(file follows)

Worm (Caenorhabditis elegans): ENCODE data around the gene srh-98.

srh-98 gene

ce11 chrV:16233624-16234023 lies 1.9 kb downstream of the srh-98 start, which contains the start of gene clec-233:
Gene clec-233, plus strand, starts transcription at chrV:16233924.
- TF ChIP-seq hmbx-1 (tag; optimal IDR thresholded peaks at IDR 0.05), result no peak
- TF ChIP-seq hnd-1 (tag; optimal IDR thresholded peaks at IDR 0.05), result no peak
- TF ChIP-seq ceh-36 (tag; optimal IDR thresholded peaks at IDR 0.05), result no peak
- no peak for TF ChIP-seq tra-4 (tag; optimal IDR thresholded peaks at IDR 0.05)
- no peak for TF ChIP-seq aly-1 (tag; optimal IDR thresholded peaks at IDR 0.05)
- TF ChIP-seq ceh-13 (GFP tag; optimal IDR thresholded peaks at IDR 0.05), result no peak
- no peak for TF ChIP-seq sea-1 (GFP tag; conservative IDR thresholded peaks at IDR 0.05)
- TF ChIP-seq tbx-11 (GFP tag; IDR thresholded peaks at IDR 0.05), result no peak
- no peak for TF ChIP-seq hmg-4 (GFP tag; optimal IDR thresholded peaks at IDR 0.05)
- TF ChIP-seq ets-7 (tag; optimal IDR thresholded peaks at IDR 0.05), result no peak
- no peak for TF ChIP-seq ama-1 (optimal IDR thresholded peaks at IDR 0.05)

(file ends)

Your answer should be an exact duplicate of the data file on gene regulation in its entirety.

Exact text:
Worm (Caenorhabditis elegans): ENCODE data around the gene srh-98.

srh-98 gene

ce11 chrV:16233624-16234023 lies 1.9 kb downstream of the srh-98 start, which contains the start of gene clec-233:
Gene clec-233, plus strand, starts transcription at chrV:16233924.
- TF ChIP-seq hmbx-1 (tag; optimal IDR thresholded peaks at IDR 0.05), result no peak
- TF ChIP-seq hnd-1 (tag; optimal IDR thresholded peaks at IDR 0.05), result no peak
- TF ChIP-seq ceh-36 (tag; optimal IDR thresholded peaks at IDR 0.05), result no peak
- no peak for TF ChIP-seq tra-4 (tag; optimal IDR thresholded peaks at IDR 0.05)
- no peak for TF ChIP-seq aly-1 (tag; optimal IDR thresholded peaks at IDR 0.05)
- TF ChIP-seq ceh-13 (GFP tag; optimal IDR thresholded peaks at IDR 0.05), result no peak
- no peak for TF ChIP-seq sea-1 (GFP tag; conservative IDR thresholded peaks at IDR 0.05)
- TF ChIP-seq tbx-11 (GFP tag; IDR thresholded peaks at IDR 0.05), result no peak
- no peak for TF ChIP-seq hmg-4 (GFP tag; optimal IDR thresholded peaks at IDR 0.05)
- TF ChIP-seq ets-7 (tag; optimal IDR thresholded peaks at IDR 0.05), result no peak
- no peak for TF ChIP-seq ama-1 (optimal IDR thresholded peaks at IDR 0.05)